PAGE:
Ryzen 7 5800X3D, the delid works wonders with temperatures

Ryzen 7 5800X3D, the delid works wonders with temperatures

Ryzen 7 5800X3D

The term "delidding" means that procedure, practiced essentially almost exclusively by overclocking enthusiasts, which consists in removing the Integrated Heat Spreader (IHS) from the processor, obviously avoiding damage to the chip. Recently, an enthusiast known as Madness dabbled in delidding a Ryzen 7 5800X3D and, at the urging of an editor at Hardware Luxx, shared some of the findings. Primarily, delidding is done to maximize overclocking, as the CPU can potentially be cooled more effectively. This is also what was found on the Ryzen 7 5800X3D, as the processor was able to run at higher Boost rates, consume less power, and have temperatures below 10 ° C while running the Forza Horizon 5 video game.

To carry out this delicate operation, Madness used sharp knives to pry the edges of the IHS, as well as a heat gun, set between 150 and 200 ° C. Compared to other models, delidding a processor like the Ryzen 7 5800X3D is quite risky, as there are multiple components close to the IHS, so it is possible to accidentally damage the CPU. Instead of replacing the factory Thermal Interface Material (TIM) with a more efficient liquid metal compound, Madness simply added Conductonaut to the die and replaced the IHS. The results obtained, in any case, were quite interesting.

Photo Credit: Madness! / Twitter

The Ryzen 7 5800X3D CPU gets a delid for improved temperatures

In context: In recent years, delidding has gradually become a lost art due to improvements in modern IHS design, the use of better thermal interface materials, and idiot-proof tools for the delidding process. However, it's always a pleasant surprise when a processor like the Ryzen 7 5800X3D that marks the end of an era gets delidded by an enthusiast who believes the reward is well worth the risks.

Earlier this month, an anonymous overclocker delidded an engineering sample from the upcoming Ryzen 7000 CPU lineup and revealed the bare dies in all their glory along with the first new integrated heat spreader (IHS) design change in years.

Normally, this procedure is only done by enthusiasts looking to reduce operating temperatures without the use of exotic cooling hardware. For obvious reasons, the Ryzen 7000 series processor delid was only a tease meant to showcase how AMD is working around some of the problems of moving to an LGA socket for the new CPUs. At the same time, it looks like it will be a more daunting task than on any previous CPU due to the way capacitors are arranged on the interposer.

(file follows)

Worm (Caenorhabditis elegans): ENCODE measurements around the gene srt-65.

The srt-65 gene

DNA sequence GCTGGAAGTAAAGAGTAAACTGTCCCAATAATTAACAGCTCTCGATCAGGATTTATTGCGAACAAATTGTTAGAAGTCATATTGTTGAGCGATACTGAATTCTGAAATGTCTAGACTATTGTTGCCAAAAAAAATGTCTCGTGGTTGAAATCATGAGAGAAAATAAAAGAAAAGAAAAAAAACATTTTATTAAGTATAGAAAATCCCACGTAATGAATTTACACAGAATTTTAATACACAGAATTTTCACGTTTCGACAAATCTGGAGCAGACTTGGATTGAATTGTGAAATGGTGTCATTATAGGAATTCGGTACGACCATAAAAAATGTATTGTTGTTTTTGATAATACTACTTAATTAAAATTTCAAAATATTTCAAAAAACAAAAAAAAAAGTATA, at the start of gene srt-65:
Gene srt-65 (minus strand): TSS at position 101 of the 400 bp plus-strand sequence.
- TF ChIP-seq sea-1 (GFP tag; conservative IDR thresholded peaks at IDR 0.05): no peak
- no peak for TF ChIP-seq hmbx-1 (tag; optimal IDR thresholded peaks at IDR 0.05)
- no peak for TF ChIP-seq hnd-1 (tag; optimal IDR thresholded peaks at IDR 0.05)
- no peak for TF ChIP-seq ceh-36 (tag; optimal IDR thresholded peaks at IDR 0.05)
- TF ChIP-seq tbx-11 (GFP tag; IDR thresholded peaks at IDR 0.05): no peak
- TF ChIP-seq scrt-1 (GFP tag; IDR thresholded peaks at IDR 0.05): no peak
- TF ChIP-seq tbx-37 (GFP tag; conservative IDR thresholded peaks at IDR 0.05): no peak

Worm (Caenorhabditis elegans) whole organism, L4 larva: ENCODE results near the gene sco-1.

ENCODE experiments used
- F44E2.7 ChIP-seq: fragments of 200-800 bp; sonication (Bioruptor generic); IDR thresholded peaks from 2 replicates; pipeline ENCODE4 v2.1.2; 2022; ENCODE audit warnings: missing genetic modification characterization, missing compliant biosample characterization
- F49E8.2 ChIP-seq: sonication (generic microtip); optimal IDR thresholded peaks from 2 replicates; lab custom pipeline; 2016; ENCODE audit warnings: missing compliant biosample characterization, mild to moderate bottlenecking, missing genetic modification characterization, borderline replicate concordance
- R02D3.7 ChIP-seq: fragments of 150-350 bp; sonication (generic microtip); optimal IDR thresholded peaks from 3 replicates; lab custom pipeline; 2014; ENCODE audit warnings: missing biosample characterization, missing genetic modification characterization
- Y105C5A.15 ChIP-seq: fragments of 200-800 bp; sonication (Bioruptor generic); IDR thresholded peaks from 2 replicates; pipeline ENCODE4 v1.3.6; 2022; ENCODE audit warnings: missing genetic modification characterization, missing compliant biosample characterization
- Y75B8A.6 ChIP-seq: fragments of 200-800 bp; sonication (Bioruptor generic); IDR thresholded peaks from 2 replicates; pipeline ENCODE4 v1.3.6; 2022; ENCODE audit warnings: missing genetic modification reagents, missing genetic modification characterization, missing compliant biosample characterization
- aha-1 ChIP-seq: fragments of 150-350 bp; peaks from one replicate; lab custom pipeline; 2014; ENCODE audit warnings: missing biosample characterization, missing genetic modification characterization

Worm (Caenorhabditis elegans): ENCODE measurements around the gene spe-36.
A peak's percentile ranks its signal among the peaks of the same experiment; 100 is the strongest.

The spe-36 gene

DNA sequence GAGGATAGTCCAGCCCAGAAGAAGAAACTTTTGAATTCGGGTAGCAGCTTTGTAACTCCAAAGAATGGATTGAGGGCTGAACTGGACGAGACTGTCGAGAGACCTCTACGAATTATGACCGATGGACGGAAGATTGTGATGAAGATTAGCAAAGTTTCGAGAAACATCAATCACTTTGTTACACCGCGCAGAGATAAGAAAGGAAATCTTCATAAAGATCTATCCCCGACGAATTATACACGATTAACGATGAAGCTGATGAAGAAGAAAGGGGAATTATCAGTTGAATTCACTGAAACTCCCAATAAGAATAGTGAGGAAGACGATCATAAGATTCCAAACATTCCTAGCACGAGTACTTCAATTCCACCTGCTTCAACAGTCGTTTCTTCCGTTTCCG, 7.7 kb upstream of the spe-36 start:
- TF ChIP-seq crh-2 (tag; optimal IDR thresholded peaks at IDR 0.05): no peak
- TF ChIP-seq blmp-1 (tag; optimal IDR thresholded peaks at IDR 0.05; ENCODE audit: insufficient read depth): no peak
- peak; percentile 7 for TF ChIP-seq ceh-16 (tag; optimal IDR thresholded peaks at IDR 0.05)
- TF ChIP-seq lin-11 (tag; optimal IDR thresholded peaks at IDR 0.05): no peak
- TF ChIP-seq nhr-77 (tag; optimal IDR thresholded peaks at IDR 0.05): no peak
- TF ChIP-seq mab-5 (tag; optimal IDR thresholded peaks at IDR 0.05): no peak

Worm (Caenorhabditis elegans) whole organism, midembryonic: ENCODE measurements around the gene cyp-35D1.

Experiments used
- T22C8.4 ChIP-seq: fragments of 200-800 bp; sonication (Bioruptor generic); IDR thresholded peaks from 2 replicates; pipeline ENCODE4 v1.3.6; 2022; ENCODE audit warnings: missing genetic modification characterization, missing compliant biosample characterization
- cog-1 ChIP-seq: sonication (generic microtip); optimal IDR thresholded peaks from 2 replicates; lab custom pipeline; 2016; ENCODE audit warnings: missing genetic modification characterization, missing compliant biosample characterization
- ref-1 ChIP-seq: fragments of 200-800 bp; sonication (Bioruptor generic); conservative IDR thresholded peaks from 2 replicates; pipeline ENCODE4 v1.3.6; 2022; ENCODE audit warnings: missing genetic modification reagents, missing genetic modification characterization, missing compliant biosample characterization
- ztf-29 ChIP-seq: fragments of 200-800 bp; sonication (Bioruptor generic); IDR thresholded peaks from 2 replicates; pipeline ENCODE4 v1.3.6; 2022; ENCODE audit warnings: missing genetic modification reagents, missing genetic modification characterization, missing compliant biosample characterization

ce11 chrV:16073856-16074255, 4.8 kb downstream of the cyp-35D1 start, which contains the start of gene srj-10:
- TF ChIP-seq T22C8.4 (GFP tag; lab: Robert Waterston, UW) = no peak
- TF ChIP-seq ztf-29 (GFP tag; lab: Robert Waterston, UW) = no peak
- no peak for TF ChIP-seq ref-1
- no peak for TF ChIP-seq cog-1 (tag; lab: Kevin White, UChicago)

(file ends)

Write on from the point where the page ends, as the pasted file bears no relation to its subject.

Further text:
This week, another overclocker going by @Madness7771 on Twitter revealed he had delidded the Ryzen 7 5800X3D, the last processor of the AM4 era. There are no surprises in terms of what's under the IHS — a core complex die and SoC die are present, and one can also observe some nonconductive protective goop where a second core complex die would have been if AMD had decided to make a Ryzen 9 5900X3D.

What's interesting about this delid is that replacing the factory liquid metal with some of Thermal Grizzly's Conductonaut led to the CPU running 10 degrees Celsius cooler and maintaining higher clocks during gaming workloads. Madness says this was a worthwhile improvement as the 5800X3D would previously reach temperatures of up to 90 degrees during long gaming sessions in titles like Forza Horizon 5.

That said, delidding a modern processor produces more modest results than it used to while requiring a great deal of patience and finesse. Madness used classic tools like razor blades and a heat gun to do the job, and it goes without saying this procedure carries a high risk of damaging the delicate core complex die with the stacked 3D V-Cache.

Overall, the results are impressive, and there's little one can do to further improve how the Ryzen 7 5800X3D performs. Overclocking isn't officially supported due to design limitations, but there are signs that manufacturers like MSI may add some limited overclocking support on select high-end AM4 motherboards shortly.